Monday, May 5, 2008

Gratz Moses

Scott Green sent me this interesting piece on Gratz Moses of the Cyclone Club from volume 51 of The Medical Record in 1897. What is fascinating about it is that the piece has Moses being born around 1813, meaning he would have been forty-seven years old in 1860.

If Moses was forty-seven in 1860, he almost certainly would have been the oldest member of the Cyclones. For the most part the members of the club were in their early to mid-twenties. Baseball was, and is still, a young man's game. While Moses' age doesn't necessarily rule him out as a member of the club, it certainly raises some questions. Is this the right Gratz Moses? Was Moses really a member of the club? Was he a non-playing member?

I believe that this is the Gratz Moses of the Cyclone Club. The name is too unique and according to the 1860 St. Louis city directory, there was only one Dr. S. Gratz Moses living in St. Louis at the time. Certainly nothing conclusive and more research needs to be done but I think we have our man.


Anonymous said...

During my web surf I found your intereting comment on S. Gratz Moses.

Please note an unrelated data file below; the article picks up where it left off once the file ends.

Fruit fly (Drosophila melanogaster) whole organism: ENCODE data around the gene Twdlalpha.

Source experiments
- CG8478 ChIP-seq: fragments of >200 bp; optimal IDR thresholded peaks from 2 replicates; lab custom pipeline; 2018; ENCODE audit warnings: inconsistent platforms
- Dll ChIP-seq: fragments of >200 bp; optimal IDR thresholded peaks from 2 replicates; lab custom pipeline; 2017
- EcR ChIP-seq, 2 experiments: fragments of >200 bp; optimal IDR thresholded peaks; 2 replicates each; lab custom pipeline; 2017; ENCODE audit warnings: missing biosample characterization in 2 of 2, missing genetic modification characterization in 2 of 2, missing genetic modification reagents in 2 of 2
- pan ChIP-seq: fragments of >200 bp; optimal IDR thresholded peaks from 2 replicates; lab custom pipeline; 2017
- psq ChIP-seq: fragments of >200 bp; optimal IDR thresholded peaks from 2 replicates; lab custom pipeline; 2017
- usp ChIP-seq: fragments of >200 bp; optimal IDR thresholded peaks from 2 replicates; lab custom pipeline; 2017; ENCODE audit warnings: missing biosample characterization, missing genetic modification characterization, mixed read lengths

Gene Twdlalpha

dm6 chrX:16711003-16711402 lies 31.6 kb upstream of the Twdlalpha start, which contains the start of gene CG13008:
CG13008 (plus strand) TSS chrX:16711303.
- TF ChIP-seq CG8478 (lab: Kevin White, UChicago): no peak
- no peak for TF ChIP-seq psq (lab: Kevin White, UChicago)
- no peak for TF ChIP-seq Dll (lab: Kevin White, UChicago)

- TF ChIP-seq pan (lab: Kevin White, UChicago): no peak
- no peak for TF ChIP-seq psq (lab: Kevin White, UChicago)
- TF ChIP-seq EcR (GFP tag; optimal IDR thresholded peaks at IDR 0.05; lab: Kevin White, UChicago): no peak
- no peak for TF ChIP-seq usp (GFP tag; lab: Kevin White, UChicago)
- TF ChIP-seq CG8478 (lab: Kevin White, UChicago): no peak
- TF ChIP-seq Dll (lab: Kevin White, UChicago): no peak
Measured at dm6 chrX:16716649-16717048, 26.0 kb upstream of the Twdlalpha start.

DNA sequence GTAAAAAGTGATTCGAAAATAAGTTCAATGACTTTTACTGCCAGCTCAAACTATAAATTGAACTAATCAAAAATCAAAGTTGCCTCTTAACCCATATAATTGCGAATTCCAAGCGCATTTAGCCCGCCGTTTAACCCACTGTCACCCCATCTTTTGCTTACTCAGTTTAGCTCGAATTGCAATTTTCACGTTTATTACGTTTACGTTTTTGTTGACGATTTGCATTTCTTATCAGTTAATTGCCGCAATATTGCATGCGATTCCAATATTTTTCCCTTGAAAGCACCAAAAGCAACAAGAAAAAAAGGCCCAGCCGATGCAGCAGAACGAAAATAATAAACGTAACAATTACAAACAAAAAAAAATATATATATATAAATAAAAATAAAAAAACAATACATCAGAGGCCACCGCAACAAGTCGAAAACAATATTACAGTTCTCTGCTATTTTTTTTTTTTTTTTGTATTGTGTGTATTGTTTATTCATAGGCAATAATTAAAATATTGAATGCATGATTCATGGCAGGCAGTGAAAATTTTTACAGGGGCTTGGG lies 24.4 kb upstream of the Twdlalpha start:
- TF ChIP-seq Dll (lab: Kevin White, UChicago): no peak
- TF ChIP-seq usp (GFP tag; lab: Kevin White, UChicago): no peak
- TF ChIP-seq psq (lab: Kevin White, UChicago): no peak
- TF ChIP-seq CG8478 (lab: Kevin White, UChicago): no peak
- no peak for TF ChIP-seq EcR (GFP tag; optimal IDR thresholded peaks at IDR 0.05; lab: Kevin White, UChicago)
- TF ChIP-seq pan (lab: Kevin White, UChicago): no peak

While I was reading an article concerning Dr. Joseph Nash McDolwell and his establishment of medical college in 1840's, I came across the name S. Gratz Moses.

I would quote the related portion below from the article:

"The new additions to the faculty indicate the success of the school. William Carr Lane, the first mayor of St. Louis, had advocated the institution of a Board of Health in his inaugural address in 1823, and was a distinguished citizen. S. Gratz Moses had just come to the city from France, where he was personal physician to Joseph Bonaparte, brother of Napoleon; he was one of the founders of the first free clinic in St. Louis, originally conducted in rooms given by William G. Eliot in the basement of the Unitarian Church." (Marjorie E. Fox Grisham, "Joseph Nash McDowell and the Medical Department of Kemper College, 1840-1845", Bulletin of Missouri Historical Society, July, 1956.)

I hope you the passage of some interest to you and your friends.

Best regards,
Tatsushi Narita

Jeff Kittel said...


Thanks for the information and it is rather interesting. Simon Gratz Moses was the father of Gratz A. Moses, who played with the Cyclone Base Ball Club of StL in 1860, and wasn't actually a baseball player himself. However, what's interesting about the information you send along is that all of the people mentioned in the piece had ballplayers in their family during the 1860's.

William Greenleaf Eliot was one of the founders of Washington University in StL and two of his relatives played with the Union Base Ball Club after the Civil War. William Carr Lane also had a few relatives playing with the Union Club. The Union Club had several members who were also members of some of the most prominent families in StL and this is more evidence of that.

Thanks again for stopping by the blog and taking the time to share the information.